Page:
Prospective Counseling Students
Interested in a PNW counseling program? Application and program information is below!
The Call of Counseling
You are entering a unique field of study; it is unlike many other graduate degrees. A Master’s in Education: Concentration in Counseling is considered a terminal professional degree that requires specific training to assure you are competent to practice. You will literally have people’s well-being in your hands.
Consequently, our program involves a rigorous sequence of courses. To be successful, you are required to attend classes regularly and arrive on time.
As professional counselors, your professors are ethically responsible to serve as gatekeepers for our field. We are dedicated to training competent, ethical, and knowledgeable counselors. We expect the same commitment from our students.
GRE scores must be sent in addition to the necessary admission requirements.
Scholarships are available through the Purdue University Northwest, American Counseling Association, and Chi Sigma Iota.
Lisa Hollingsworth is the program director and is always happy to discuss the prospect of graduate school. Schedule your appointment with her by email: email@example.com
Yes. Clinical Mental Health Counseling and School Counseling are CACREP accredited. The Addictions Certification program is ICAADA accredited.
Your advisor will meet with you before you apply for a program to provide you with information about the application process, course requirements, and licensure requirements. If you would like, your advisor will help connect you with current students so that you may obtain the student perspective about our programs. S/he will also work with you to assure you are taking courses in the appropriate progression and to assist you in registering for courses as needed. Your advisor is your “go to”person for any questions that you have while in the program. In addition, s/he assists you with the process of preparing for graduation.
If you are interested in transferring to one of our programs, Lisa Hollingsworth will review your transcript and course syllabi (if available) to determine which courses would transfer and meet our accreditation requirements. Courses taken for a completed graduate degree at another university cannot be transferred. You would also need to complete the application process for admission into a program.
Prospective students who are interested in reviewing syllabi for our courses should contact Lisa Hollingsworth at firstname.lastname@example.org to make those requests.
Chi Sigma Iota, an international honor society of professional counseling and for professional counselors, is an extracurricular activity that most students partake in to grow professionally while giving back to the community through philanthropic events. Alumni also have a chance to share their experiences out in the field with current students.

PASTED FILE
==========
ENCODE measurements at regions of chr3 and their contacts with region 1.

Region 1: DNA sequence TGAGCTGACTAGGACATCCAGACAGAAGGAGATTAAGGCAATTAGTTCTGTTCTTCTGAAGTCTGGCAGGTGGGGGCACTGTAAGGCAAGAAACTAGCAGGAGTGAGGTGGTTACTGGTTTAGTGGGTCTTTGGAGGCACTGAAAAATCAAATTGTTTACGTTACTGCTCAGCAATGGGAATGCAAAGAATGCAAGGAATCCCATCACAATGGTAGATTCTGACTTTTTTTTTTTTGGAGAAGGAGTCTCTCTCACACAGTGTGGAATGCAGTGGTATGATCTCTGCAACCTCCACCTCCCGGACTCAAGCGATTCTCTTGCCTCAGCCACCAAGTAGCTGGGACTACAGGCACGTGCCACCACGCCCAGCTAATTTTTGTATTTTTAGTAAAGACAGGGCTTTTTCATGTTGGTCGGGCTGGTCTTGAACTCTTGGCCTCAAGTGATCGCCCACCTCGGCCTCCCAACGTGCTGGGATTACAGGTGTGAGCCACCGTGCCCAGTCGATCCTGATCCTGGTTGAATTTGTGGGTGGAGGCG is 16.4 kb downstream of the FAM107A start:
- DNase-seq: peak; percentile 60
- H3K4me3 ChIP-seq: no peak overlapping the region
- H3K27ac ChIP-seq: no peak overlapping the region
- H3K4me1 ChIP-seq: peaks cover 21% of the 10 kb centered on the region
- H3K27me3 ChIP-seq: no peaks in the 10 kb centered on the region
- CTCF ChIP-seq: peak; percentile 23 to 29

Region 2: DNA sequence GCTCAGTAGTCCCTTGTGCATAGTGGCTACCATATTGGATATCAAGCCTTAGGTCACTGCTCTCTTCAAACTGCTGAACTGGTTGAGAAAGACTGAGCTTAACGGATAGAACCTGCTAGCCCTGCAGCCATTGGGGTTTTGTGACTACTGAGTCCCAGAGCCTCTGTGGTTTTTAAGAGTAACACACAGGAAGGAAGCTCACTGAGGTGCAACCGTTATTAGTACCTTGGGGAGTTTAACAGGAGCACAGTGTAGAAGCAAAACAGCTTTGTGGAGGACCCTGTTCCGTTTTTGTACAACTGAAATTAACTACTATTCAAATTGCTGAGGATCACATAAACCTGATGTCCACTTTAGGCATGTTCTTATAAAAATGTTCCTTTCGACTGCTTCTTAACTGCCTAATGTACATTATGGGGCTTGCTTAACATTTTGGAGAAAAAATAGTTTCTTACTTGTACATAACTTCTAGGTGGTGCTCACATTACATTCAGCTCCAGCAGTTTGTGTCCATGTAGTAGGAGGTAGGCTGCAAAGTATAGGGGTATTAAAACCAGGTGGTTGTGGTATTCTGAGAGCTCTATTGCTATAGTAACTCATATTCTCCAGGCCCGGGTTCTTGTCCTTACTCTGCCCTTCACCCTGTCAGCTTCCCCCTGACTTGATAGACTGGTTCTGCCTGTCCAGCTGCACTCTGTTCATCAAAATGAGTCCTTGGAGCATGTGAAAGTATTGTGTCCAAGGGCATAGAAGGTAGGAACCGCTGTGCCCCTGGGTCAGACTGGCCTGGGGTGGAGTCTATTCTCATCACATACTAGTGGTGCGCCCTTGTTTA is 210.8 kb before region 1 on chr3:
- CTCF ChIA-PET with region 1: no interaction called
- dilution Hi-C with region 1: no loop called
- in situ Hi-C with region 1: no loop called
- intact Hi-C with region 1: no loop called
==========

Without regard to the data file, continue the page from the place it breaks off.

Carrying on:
Yes. Aside from students utilizing the Community Counseling Center for counseling individuals in the community, the space doubles as a library and meeting place for current students. The facility is fully equipped with a library, 4 counseling rooms, an office with the capacity to print, a conference room with observation software, and a kitchenette. Only students of CACREP counseling programs are eligible to use the space. Other graduate students from the School of Education and Counseling programs are also welcomed to use the Education Resource Center (ERC) in Gyte Annex 127.
You can find more information in regards to student employment on the Student Employment webpage.
Absolutely! The Counseling and Professional Education Diversity Statement reads:
The Counseling and Professional Education Programs prepare students to be able to demonstrate knowledge of and respect for the influence of culture, ethnicity, gender, race, sexual orientation, religion, ability, and socioeconomic class in counseling individuals from diverse populations; to be able to maintain a multicultural and global perspective, emphasizing social justice for all; demonstrate competency in implementing culturally appropriate counseling techniques of assessment, intervention, and intervention evaluation with diverse clients; and to be able to demonstrate the ability to practice in a manner consistent with a fundamental belief that all individuals have the capacity to grow, change and learn.
Possessing a non-discriminatory attitude is not only expected but is to be exceeded. The academic unit seeks and act as gatekeepers for prospective students who will be actively be observant and introspective of their own attitudes and behaviors; and, when confronted with their own prejudices, will work to understand their underlying beliefs and feelings and take steps toward changing them. Enrollment in this program, therefore, is seen as a commitment to the values of acceptance; promoting wellness for all individuals; and continued, life-long self-examination. The unit’s core faculty is committed to supporting personal and professional development, and actively promote and expect flexibility in behaviors or expressions which are assessed to be highly intolerant or rigid. Prospective and current students are expected to self-assess their how they display acceptance of others, as they will be routinely evaluated for their readiness for and progression through the counseling program. The core faculty trust that students who are ready for and excited about becoming skilled, highly competent professional counselors, will eagerly join us in this commitment to respect for diversity.